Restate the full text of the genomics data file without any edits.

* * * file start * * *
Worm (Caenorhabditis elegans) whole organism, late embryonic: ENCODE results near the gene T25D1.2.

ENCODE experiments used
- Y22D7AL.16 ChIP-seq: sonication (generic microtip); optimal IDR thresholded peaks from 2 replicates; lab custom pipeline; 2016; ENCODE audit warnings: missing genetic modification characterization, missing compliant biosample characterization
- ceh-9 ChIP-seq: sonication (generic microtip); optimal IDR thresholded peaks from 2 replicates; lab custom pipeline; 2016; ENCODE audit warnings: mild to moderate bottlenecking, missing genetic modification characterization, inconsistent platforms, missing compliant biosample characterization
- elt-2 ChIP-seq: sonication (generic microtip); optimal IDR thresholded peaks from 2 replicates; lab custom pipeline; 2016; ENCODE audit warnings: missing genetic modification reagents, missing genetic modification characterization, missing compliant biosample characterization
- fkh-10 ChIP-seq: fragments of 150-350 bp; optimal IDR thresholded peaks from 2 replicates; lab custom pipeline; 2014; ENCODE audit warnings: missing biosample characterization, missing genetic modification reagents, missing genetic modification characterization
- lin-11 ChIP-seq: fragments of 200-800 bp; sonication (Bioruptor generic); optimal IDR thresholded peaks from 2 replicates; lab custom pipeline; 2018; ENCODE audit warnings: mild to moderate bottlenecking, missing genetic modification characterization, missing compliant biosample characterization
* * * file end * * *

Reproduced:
Worm (Caenorhabditis elegans) whole organism, late embryonic: ENCODE results near the gene T25D1.2.

ENCODE experiments used
- Y22D7AL.16 ChIP-seq: sonication (generic microtip); optimal IDR thresholded peaks from 2 replicates; lab custom pipeline; 2016; ENCODE audit warnings: missing genetic modification characterization, missing compliant biosample characterization
- ceh-9 ChIP-seq: sonication (generic microtip); optimal IDR thresholded peaks from 2 replicates; lab custom pipeline; 2016; ENCODE audit warnings: mild to moderate bottlenecking, missing genetic modification characterization, inconsistent platforms, missing compliant biosample characterization
- elt-2 ChIP-seq: sonication (generic microtip); optimal IDR thresholded peaks from 2 replicates; lab custom pipeline; 2016; ENCODE audit warnings: missing genetic modification reagents, missing genetic modification characterization, missing compliant biosample characterization
- fkh-10 ChIP-seq: fragments of 150-350 bp; optimal IDR thresholded peaks from 2 replicates; lab custom pipeline; 2014; ENCODE audit warnings: missing biosample characterization, missing genetic modification reagents, missing genetic modification characterization
- lin-11 ChIP-seq: fragments of 200-800 bp; sonication (Bioruptor generic); optimal IDR thresholded peaks from 2 replicates; lab custom pipeline; 2018; ENCODE audit warnings: mild to moderate bottlenecking, missing genetic modification characterization, missing compliant biosample characterization